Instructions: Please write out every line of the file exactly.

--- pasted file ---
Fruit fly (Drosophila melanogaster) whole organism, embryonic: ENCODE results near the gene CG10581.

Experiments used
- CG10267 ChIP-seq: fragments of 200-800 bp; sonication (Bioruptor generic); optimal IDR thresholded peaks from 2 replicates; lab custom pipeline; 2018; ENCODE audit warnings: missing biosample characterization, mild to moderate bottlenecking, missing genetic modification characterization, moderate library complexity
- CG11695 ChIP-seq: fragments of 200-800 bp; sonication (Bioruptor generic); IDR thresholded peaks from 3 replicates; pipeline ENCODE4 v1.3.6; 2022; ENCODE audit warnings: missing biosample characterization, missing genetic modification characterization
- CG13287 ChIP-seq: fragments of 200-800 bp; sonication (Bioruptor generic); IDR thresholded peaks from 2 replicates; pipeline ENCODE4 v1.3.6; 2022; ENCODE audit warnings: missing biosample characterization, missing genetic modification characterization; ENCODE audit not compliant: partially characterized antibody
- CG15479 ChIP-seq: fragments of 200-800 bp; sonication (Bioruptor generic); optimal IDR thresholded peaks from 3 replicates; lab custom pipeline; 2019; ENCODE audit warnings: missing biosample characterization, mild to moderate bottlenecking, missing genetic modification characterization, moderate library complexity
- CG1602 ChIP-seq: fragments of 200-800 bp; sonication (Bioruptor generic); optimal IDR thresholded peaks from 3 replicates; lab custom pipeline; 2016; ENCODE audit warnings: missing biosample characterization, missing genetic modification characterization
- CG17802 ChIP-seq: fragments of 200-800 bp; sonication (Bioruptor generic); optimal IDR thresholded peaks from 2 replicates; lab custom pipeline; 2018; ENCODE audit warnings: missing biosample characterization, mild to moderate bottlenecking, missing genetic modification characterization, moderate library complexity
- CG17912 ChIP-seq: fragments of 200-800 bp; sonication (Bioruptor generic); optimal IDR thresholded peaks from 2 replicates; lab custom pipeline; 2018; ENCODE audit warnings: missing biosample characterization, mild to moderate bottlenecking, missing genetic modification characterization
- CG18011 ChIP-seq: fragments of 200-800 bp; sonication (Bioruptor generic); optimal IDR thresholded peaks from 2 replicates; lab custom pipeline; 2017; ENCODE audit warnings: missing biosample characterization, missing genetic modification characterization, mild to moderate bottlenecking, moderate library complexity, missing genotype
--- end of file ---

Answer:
Fruit fly (Drosophila melanogaster) whole organism, embryonic: ENCODE results near the gene CG10581.

Experiments used
- CG10267 ChIP-seq: fragments of 200-800 bp; sonication (Bioruptor generic); optimal IDR thresholded peaks from 2 replicates; lab custom pipeline; 2018; ENCODE audit warnings: missing biosample characterization, mild to moderate bottlenecking, missing genetic modification characterization, moderate library complexity
- CG11695 ChIP-seq: fragments of 200-800 bp; sonication (Bioruptor generic); IDR thresholded peaks from 3 replicates; pipeline ENCODE4 v1.3.6; 2022; ENCODE audit warnings: missing biosample characterization, missing genetic modification characterization
- CG13287 ChIP-seq: fragments of 200-800 bp; sonication (Bioruptor generic); IDR thresholded peaks from 2 replicates; pipeline ENCODE4 v1.3.6; 2022; ENCODE audit warnings: missing biosample characterization, missing genetic modification characterization; ENCODE audit not compliant: partially characterized antibody
- CG15479 ChIP-seq: fragments of 200-800 bp; sonication (Bioruptor generic); optimal IDR thresholded peaks from 3 replicates; lab custom pipeline; 2019; ENCODE audit warnings: missing biosample characterization, mild to moderate bottlenecking, missing genetic modification characterization, moderate library complexity
- CG1602 ChIP-seq: fragments of 200-800 bp; sonication (Bioruptor generic); optimal IDR thresholded peaks from 3 replicates; lab custom pipeline; 2016; ENCODE audit warnings: missing biosample characterization, missing genetic modification characterization
- CG17802 ChIP-seq: fragments of 200-800 bp; sonication (Bioruptor generic); optimal IDR thresholded peaks from 2 replicates; lab custom pipeline; 2018; ENCODE audit warnings: missing biosample characterization, mild to moderate bottlenecking, missing genetic modification characterization, moderate library complexity
- CG17912 ChIP-seq: fragments of 200-800 bp; sonication (Bioruptor generic); optimal IDR thresholded peaks from 2 replicates; lab custom pipeline; 2018; ENCODE audit warnings: missing biosample characterization, mild to moderate bottlenecking, missing genetic modification characterization
- CG18011 ChIP-seq: fragments of 200-800 bp; sonication (Bioruptor generic); optimal IDR thresholded peaks from 2 replicates; lab custom pipeline; 2017; ENCODE audit warnings: missing biosample characterization, missing genetic modification characterization, mild to moderate bottlenecking, moderate library complexity, missing genotype